The appointment of a Data Protection Officer (DPO) is required where there is regular and/or systematic monitoring of individuals or processing on a large-scale of sensitive personal data or criminal conviction data. Organisations can still appoint a DPO even if one is not required, but it should be clear that this is an organisational role rather than required under the GDPR. The DPO must be accessible to Europe-based individuals about whom the organisation processes personal data as well as the supervisory authority. He or she must be suitably skilled and experienced but also be able to provide training to staff. Where the DPO sits in an organisation is likely to be a difficult assessment. The role must be sufficiently resourced and independent to be effective and must also have access to management meetings and be involved in relevant business discussions but without conflict of any other role the DPO may have in the organisation.

Additionally, for organisations that are not established in the EU, a representative based in the EU should be appointed. Such an appointed representative may wish to have a letter of indemnity from the organisation to cover himself/herself from liabilities arising from this role.

Data Breaches

The DPA does not have a mandatory data breach reporting obligation. The GDPR, however, does include a mandatory obligation to notify the data protection authority within 72 hours of becoming aware of the breach and without undue delay and, in certain circumstances, the individuals affected by the breach. The UK government will, therefore, need to decide if it will include a data breach notification obligation in the new data privacy legislation applicable after Brexit, either similar to the stringent GDPR requirement or an alternative obligation, perhaps with a longer notification period and which is triggered for significant data breaches only, which may be more pragmatic and more suited to the UK’s approach of business-friendly legal requirements.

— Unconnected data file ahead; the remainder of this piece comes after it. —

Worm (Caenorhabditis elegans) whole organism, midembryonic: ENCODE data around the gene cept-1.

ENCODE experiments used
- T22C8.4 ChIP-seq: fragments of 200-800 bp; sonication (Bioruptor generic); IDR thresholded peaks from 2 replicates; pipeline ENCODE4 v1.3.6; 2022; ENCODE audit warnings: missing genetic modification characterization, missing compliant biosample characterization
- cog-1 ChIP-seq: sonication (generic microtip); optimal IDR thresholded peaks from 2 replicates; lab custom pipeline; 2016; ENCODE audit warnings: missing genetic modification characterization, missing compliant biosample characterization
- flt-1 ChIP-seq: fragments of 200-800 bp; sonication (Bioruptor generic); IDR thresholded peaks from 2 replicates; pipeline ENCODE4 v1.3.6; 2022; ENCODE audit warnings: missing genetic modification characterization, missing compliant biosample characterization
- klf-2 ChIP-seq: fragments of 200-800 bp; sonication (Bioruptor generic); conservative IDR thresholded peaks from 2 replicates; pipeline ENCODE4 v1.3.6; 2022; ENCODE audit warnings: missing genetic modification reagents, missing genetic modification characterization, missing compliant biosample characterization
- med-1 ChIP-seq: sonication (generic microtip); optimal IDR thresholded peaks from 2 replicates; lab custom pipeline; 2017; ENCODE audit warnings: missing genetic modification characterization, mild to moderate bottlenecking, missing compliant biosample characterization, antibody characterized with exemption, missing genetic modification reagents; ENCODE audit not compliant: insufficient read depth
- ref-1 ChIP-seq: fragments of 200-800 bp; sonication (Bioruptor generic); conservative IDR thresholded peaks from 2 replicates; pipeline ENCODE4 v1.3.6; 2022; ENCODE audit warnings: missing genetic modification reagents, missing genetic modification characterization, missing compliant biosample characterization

Recommended Steps to Comply With the GDPR

Organisations can consider taking steps to prepare for the GDPR such as the following:

  1. conduct an assessment of what personal data is processed or otherwise stored or held by the organisation and/or its affiliates, where it is held, the categories of data subjects (e.g. employees, contractors, contact points at commercial organisations, customers etc), the nature of the personal data (including if it is sensitive personal data), for how long it is being retained, whether it is current or historical, how it was obtained (so far as possible), how it is used and with whom it is shared, and where the locations are of the recipients of the personal data (i.e. identify the data flows);
  2. review the consents (or other applicable lawful processing derogations) obtained for the processing of the personal data and any privacy notices, policies, or other information provided to data subjects for this processing and update the notices or policies as necessary under the GDPR;
  3. identify any international data flows and any applicable data transfer agreements (including model clauses approved by the European Commission) or pursuant to the Privacy Shield and ensure that all international data flows are conducted on a lawful basis;
  4. review and update as necessary any procedures for responding to data subjects accessing personal data or exercising any other rights such as rectification or blocking of personal data;
  5. review data security processes and review and update any (or prepare a) data security incident response plan which includes the obligation to notify the supervisory authority within 72 hours for certain high-risk incidents;
  6. consider if the organisation (or one of its EU affiliates) needs to appoint a Data Protection Officer (this is required where there is regular and/or systematic monitoring of individuals or processing on a large-scale of sensitive personal data or criminal conviction data);
  7. review and, as necessary, amend processing provisions with data processors; and